Call it the Walter Cronkite factor: that dicey combination of grin and grit that makes people tune into their favorite TV anchor every day.
BronxNet, the community cable station that operates 24/7 — the first such station to occupy six channels — traffics in just that savvy as evidenced by the high-profile careers of two alumnae: Shiba Russel and Darlene Rodriguez.
Russel and Rodriguez both work for WNBC news in New York and both are reported to be vying for one of the most prestigious jobs in TV journalism as co-anchor of the station’s main nightly news program with Chuck Scarborough. The seat has been filled by Sue Simmons, a 32-years WNBC veteran, who is leaving the broadcast.
The station remained mum on the choice of a replacement. “We’re working on identifying Sue’s successor and will announce it at the appropriate time,” said Dawn Rowan, WNBC’s director of comunications.
Russel studied at BronxNet in 1997. The station’s executive director, Michael Max Knobbe, said, “She was very focused and efficient and professional. She was an excellent news gatherer and journalist.” She grew up in New Jersey.
Rodriguez, a Bronx native, joined BronxNet at its inception in 1992. “She was among the first Bronxites to present Bronxites with their first local news as a reporter,” he said. “She had tremendous ability. She really demonstrated what the people of the Bronx could do. She’s a community exemplar.” Her toughness shone through when an angry dog would not deny her the shot she needed.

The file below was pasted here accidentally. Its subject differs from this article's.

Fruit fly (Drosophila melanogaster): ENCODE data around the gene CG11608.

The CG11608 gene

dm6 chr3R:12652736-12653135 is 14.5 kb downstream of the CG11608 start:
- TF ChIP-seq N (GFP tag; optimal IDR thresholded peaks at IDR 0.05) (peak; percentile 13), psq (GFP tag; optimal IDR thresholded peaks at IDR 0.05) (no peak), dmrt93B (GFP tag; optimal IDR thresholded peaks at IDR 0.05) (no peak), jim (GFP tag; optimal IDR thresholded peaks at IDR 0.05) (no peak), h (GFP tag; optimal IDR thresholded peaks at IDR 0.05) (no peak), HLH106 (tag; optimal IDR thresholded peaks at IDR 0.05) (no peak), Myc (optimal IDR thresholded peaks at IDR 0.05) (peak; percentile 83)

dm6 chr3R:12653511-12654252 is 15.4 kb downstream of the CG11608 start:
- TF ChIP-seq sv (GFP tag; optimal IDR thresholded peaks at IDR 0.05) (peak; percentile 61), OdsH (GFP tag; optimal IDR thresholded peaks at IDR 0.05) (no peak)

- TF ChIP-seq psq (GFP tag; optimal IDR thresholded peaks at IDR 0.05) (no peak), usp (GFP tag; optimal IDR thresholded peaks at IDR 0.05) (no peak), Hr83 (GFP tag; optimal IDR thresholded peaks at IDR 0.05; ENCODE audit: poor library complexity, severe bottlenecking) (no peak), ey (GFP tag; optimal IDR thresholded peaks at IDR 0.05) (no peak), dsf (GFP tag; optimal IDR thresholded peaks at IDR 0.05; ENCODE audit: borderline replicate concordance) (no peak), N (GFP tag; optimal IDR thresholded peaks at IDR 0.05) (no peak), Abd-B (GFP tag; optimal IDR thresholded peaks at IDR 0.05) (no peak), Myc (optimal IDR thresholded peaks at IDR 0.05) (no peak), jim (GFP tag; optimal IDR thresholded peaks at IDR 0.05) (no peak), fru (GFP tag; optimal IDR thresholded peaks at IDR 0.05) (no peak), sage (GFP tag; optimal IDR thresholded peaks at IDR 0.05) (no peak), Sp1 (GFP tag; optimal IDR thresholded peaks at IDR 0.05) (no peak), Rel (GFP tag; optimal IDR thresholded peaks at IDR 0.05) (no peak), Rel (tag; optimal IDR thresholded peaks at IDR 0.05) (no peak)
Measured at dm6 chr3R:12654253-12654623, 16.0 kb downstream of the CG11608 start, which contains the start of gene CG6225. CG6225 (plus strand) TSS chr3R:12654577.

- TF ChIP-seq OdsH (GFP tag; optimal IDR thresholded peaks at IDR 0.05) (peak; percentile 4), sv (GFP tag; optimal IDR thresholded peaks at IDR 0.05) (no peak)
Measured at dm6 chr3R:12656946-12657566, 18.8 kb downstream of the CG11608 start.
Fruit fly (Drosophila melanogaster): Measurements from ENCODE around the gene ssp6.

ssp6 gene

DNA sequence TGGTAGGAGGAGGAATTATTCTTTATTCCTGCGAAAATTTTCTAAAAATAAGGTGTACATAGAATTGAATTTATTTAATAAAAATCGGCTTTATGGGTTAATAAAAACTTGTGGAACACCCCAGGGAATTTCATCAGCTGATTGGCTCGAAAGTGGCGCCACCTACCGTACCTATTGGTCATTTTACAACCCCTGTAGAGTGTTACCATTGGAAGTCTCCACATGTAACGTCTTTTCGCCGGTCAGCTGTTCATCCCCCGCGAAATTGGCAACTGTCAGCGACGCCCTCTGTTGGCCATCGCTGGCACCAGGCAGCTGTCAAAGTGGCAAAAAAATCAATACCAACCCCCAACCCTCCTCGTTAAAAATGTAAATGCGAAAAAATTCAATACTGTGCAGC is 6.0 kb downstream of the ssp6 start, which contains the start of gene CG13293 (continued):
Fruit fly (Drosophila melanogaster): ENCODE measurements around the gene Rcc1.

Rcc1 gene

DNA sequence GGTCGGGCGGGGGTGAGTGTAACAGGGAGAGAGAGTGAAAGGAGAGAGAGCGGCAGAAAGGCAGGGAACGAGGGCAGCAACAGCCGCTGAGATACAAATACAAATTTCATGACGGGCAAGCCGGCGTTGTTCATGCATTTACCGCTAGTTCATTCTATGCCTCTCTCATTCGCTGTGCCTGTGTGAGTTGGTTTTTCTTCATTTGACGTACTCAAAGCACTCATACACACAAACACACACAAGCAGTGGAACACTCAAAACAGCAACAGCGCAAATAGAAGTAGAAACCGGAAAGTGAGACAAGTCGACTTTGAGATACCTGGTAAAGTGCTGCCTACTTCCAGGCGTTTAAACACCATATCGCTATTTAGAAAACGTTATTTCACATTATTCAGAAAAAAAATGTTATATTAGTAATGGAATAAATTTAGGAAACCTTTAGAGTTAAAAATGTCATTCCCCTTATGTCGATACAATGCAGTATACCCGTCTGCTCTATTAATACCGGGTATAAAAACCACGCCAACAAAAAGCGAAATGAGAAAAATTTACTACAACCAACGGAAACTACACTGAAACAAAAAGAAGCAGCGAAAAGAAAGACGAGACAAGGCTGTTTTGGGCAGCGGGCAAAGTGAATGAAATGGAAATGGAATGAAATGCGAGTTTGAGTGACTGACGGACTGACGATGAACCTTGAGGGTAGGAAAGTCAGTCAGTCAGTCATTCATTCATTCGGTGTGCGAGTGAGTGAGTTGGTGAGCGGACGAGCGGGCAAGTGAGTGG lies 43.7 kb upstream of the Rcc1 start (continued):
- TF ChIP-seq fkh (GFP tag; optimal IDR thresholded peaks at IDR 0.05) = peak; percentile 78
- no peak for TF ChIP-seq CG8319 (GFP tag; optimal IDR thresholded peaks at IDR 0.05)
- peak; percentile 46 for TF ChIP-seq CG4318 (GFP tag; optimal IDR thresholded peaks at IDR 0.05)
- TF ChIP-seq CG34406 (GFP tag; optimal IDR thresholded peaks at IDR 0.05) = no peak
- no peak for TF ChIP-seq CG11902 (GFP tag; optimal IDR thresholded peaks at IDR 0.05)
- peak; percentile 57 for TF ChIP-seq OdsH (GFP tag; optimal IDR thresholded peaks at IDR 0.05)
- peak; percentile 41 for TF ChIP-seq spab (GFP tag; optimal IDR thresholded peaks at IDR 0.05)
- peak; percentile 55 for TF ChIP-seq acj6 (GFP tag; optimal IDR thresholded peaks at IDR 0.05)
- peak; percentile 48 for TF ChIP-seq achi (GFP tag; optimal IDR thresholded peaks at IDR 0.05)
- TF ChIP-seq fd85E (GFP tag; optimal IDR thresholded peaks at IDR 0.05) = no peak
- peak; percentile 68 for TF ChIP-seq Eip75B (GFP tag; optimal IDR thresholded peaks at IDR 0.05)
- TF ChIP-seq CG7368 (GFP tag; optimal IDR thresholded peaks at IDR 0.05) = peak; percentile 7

Russel now co-anchors WNBC’s 5 p.m. news show.
Rodriguez co-anchors the early-morning news show, called “Today in New York.”
There have been other successes at BronxNet, Knobbe said alumni have landed jobs at other top-tier stations including BET, CNN, MTV and CBS. “We have alumni on-air — such as Shiba and Darlene — and we also have editors, producers and management,” he said.
BronxNet occupies about 10,000 square feet of the sub-basement of Carman Hall on the Lehman College campus. Knobbe said BronxNet is working now to partner with Mercy College on a satellite facility in the east Bronx. A second south Bronx satellite also is planned. The Lehman facility will be upgraded this year,according to Knobbe.
The annual budget is $2.4 million. There is a staff of 24. Since its founding — on the air since 1993 — the station has trained “thousands of Bronxites” in modern media production as on-air reporters, producers, videographers and editors.
Knobbe said 3,500 Bronx college, high school and intermediary students are currently enrolled in study with BronxNet. The public, too is welcome to train, with quarterly classes of 48 hours of class time costing $90.
Knobbe boils down the polylingual BronxNet mission, which runs the gamut from news to government access to youth programs to shows in Albanian — to “community development through media.”
The school’s highest accolade perhaps came from WNBC’s Rowan. Without tipping her hand on Simmons’ replacement, she acknowledged the size of the shoes to be filled. “We have tremendous respect and admiration for Sue Simmons,” she said “For decades, Sue has been a critical part of New York’s longest-tenured anchor team in the city and has more than earned her iconic status.”
BronxNet began as part of the agreement that brought CableVision to New York City. Besides Cablevision, BronxNet also appears on Fios.